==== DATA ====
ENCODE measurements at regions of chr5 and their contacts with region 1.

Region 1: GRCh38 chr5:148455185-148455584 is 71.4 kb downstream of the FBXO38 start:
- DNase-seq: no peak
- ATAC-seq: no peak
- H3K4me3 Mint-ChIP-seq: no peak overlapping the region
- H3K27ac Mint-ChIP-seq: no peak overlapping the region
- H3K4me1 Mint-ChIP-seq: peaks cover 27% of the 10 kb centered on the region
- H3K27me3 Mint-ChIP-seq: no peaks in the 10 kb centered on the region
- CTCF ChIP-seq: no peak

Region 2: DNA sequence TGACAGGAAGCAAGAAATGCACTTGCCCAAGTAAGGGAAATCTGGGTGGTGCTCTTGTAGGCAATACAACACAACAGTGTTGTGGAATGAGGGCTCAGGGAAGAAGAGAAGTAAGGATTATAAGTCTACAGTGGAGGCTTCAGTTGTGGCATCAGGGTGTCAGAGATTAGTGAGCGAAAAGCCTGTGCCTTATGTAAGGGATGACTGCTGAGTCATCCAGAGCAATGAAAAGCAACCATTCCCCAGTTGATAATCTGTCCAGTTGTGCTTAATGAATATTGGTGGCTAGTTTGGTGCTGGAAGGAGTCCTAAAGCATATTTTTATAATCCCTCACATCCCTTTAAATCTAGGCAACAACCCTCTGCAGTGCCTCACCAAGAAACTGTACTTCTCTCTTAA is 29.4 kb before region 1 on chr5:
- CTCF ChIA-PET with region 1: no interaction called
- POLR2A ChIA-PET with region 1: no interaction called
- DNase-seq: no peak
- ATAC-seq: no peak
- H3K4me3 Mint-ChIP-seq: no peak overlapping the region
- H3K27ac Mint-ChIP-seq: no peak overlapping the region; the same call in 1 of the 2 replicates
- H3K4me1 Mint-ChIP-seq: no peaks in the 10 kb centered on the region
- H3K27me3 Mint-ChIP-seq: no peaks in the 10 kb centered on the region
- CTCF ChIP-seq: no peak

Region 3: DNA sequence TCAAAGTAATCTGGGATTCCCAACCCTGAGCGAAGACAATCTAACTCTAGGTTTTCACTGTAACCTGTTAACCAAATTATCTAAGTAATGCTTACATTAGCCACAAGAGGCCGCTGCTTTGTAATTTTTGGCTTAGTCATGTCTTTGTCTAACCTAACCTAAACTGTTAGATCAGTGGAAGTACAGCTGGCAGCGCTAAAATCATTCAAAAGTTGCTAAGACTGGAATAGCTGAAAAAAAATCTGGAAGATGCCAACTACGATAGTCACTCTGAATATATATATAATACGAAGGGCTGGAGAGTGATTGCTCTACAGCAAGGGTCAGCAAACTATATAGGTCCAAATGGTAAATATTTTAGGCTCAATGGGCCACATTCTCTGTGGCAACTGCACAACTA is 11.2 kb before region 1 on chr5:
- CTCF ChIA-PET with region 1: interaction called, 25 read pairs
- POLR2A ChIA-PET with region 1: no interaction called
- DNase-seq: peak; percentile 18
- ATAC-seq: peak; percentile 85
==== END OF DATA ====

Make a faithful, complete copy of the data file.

ENCODE measurements at regions of chr5 and their contacts with region 1.

Region 1: GRCh38 chr5:148455185-148455584 is 71.4 kb downstream of the FBXO38 start:
- DNase-seq: no peak
- ATAC-seq: no peak
- H3K4me3 Mint-ChIP-seq: no peak overlapping the region
- H3K27ac Mint-ChIP-seq: no peak overlapping the region
- H3K4me1 Mint-ChIP-seq: peaks cover 27% of the 10 kb centered on the region
- H3K27me3 Mint-ChIP-seq: no peaks in the 10 kb centered on the region
- CTCF ChIP-seq: no peak

Region 2: DNA sequence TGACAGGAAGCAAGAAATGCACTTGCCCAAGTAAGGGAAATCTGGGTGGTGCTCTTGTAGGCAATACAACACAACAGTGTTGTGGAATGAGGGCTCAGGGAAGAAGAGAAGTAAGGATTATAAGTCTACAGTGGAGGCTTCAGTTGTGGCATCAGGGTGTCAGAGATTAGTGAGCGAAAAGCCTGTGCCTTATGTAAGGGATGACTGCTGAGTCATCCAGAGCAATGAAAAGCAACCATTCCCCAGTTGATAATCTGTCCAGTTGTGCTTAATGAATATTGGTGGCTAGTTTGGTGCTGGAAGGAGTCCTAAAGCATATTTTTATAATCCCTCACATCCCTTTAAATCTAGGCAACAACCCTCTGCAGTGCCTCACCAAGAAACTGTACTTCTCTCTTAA is 29.4 kb before region 1 on chr5:
- CTCF ChIA-PET with region 1: no interaction called
- POLR2A ChIA-PET with region 1: no interaction called
- DNase-seq: no peak
- ATAC-seq: no peak
- H3K4me3 Mint-ChIP-seq: no peak overlapping the region
- H3K27ac Mint-ChIP-seq: no peak overlapping the region; the same call in 1 of the 2 replicates
- H3K4me1 Mint-ChIP-seq: no peaks in the 10 kb centered on the region
- H3K27me3 Mint-ChIP-seq: no peaks in the 10 kb centered on the region
- CTCF ChIP-seq: no peak

Region 3: DNA sequence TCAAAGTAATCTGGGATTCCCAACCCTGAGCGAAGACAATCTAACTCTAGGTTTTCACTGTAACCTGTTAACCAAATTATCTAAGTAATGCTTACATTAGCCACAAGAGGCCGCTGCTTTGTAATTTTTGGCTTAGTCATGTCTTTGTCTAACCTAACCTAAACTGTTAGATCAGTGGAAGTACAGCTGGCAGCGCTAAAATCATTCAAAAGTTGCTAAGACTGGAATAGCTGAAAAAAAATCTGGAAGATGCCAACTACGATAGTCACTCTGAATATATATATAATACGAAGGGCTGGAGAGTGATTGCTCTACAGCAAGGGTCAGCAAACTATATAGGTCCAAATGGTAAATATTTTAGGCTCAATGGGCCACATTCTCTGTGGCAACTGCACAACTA is 11.2 kb before region 1 on chr5:
- CTCF ChIA-PET with region 1: interaction called, 25 read pairs
- POLR2A ChIA-PET with region 1: no interaction called
- DNase-seq: peak; percentile 18
- ATAC-seq: peak; percentile 85